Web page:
Roberts: My main focus during my campaign was delivering a cohesive message. I chose two main focus issues for my campaign: addressing the accessibility of the AS to students at large and reforming leadership and resource training for club leaders. By picking two main issues, I was able to deliver a concise, repetitive message that students could easily identify. Another thing that I found important while campaigning was being realistic. I acknowledged real issues and offered realistic responses. It is easy to get sucked into trying to find solutions to every issue while you’re campaigning — to be the “I have all of the answers!” candidate. But in reality, people appreciate hearing the truth. Sometimes the truth is that you don’t have the answers, and that is OK. The important thing is that you have a plan to find these answers and are committed to it.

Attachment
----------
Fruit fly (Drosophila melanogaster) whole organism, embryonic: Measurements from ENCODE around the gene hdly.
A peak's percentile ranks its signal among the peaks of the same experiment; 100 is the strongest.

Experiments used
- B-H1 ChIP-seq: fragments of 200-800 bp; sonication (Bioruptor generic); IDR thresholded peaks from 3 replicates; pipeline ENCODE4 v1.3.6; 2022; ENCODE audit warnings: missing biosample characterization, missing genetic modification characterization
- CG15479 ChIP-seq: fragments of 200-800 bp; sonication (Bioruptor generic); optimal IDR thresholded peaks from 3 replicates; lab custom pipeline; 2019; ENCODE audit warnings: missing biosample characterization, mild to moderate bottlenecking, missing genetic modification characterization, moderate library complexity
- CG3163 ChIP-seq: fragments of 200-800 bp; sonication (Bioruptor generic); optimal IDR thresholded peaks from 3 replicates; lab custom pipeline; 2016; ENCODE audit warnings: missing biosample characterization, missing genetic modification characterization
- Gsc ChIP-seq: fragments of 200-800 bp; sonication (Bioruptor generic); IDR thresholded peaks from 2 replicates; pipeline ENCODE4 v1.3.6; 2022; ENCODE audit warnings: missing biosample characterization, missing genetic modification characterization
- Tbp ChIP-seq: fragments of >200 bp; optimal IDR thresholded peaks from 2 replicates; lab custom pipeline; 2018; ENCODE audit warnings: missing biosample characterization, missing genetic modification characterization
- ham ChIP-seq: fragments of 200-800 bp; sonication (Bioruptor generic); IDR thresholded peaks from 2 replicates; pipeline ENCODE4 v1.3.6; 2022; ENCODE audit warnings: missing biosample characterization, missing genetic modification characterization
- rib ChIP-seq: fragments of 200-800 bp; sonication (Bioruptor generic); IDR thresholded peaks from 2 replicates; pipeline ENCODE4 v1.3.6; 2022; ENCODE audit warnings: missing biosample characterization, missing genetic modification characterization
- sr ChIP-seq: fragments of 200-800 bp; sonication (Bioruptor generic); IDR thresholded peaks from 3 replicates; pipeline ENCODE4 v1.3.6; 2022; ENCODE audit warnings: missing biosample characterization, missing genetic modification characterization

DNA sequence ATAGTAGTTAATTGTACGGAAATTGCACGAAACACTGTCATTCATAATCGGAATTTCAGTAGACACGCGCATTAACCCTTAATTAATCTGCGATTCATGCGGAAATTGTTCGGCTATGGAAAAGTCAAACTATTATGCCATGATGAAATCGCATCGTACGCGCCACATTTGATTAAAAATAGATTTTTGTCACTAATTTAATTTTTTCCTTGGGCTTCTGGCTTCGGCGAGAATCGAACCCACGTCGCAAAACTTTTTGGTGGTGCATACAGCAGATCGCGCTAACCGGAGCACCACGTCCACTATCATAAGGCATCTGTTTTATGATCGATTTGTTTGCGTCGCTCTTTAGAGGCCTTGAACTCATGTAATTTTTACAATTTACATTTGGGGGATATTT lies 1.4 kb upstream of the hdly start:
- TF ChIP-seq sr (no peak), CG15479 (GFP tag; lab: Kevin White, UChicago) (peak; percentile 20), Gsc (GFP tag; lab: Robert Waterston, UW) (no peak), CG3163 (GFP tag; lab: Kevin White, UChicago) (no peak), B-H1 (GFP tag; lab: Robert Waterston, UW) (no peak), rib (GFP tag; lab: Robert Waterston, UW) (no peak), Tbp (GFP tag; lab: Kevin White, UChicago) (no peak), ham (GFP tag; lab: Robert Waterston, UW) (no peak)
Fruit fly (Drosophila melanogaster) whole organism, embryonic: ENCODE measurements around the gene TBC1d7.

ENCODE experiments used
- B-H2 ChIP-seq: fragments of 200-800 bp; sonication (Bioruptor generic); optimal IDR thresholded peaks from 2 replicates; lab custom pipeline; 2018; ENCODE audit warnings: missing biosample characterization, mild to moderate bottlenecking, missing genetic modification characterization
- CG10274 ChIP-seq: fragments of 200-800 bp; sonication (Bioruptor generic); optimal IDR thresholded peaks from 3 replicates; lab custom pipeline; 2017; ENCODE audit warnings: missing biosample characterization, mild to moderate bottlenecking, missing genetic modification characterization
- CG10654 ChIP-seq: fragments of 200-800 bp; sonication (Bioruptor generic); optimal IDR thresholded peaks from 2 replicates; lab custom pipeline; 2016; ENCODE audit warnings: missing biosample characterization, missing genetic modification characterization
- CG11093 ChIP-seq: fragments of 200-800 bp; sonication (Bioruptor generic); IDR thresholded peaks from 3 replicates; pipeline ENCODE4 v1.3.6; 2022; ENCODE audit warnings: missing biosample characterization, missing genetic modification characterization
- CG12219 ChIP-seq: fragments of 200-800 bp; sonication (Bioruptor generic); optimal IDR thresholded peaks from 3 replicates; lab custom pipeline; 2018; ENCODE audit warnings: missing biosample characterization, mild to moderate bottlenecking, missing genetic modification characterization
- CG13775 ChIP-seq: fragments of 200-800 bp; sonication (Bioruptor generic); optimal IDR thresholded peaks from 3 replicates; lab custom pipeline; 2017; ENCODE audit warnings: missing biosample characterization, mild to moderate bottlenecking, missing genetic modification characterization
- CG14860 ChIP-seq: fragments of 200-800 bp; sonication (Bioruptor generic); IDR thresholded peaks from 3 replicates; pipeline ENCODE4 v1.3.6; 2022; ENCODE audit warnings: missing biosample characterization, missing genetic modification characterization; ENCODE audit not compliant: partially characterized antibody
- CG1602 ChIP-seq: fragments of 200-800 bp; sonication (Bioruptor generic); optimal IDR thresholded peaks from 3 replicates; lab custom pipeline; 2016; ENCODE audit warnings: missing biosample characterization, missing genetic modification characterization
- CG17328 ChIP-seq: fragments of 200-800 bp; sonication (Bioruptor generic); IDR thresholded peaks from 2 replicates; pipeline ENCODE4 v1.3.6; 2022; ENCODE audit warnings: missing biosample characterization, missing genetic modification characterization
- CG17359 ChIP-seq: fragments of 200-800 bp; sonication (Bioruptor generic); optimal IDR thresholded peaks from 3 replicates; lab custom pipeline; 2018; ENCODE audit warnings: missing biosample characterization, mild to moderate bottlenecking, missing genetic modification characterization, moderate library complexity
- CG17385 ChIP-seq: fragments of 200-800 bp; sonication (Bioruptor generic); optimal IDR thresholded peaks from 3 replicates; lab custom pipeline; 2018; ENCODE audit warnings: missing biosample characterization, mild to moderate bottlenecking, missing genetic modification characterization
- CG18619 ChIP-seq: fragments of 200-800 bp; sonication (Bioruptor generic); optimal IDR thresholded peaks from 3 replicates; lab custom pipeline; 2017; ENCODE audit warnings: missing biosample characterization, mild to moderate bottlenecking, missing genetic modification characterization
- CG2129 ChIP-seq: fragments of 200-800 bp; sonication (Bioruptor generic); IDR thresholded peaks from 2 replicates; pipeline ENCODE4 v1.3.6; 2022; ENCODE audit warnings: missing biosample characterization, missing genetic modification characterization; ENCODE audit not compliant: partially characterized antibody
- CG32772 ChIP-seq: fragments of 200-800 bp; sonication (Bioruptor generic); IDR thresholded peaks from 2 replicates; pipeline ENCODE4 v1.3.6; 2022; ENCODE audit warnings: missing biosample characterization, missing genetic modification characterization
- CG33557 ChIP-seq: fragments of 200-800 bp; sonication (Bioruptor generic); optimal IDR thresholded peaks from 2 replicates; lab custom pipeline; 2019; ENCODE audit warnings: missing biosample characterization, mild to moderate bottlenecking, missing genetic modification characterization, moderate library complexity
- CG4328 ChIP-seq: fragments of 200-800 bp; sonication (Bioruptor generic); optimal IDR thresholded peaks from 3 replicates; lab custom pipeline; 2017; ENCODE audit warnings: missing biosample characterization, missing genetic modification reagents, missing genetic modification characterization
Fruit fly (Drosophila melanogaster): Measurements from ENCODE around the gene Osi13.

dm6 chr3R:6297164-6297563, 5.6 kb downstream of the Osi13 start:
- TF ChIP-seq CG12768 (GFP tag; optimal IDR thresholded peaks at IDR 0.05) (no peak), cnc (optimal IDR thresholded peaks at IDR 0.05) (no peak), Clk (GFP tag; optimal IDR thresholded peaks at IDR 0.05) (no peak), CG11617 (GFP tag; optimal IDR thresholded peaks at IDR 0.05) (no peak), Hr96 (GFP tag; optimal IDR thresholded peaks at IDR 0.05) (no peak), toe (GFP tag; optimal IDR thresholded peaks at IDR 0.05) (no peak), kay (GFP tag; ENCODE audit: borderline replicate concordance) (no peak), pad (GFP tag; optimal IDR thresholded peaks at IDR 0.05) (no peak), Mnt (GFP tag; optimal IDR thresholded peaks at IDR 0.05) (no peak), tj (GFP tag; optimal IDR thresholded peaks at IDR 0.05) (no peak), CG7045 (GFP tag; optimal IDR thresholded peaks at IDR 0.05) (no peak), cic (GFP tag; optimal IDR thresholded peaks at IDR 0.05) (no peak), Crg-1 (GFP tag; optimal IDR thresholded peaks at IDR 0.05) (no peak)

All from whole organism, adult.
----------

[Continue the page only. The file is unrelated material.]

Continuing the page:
AAUW: What do you hope to accomplish during your term?

Roberts: I want make the Associated Students more approachable. Students are paying for the services and programs the AS offers, so we owe it to students to ensure that they know what these services are and how to access them. I also plan to increase and improve the training available to club leaders. I want to move beyond facilitating club activities and really empower students to take hold of their passions and build transferrable skills that they can take beyond their college experience.

AAUW: What are your goals after college?

Roberts: I do not have any specific plans, but I know that I will be an empowered individual and pursue excellence in whatever I do. Eventually, I would like to be involved in local politics.

AAUW: What advice would you give to other women students who are questioning whether they should run or not?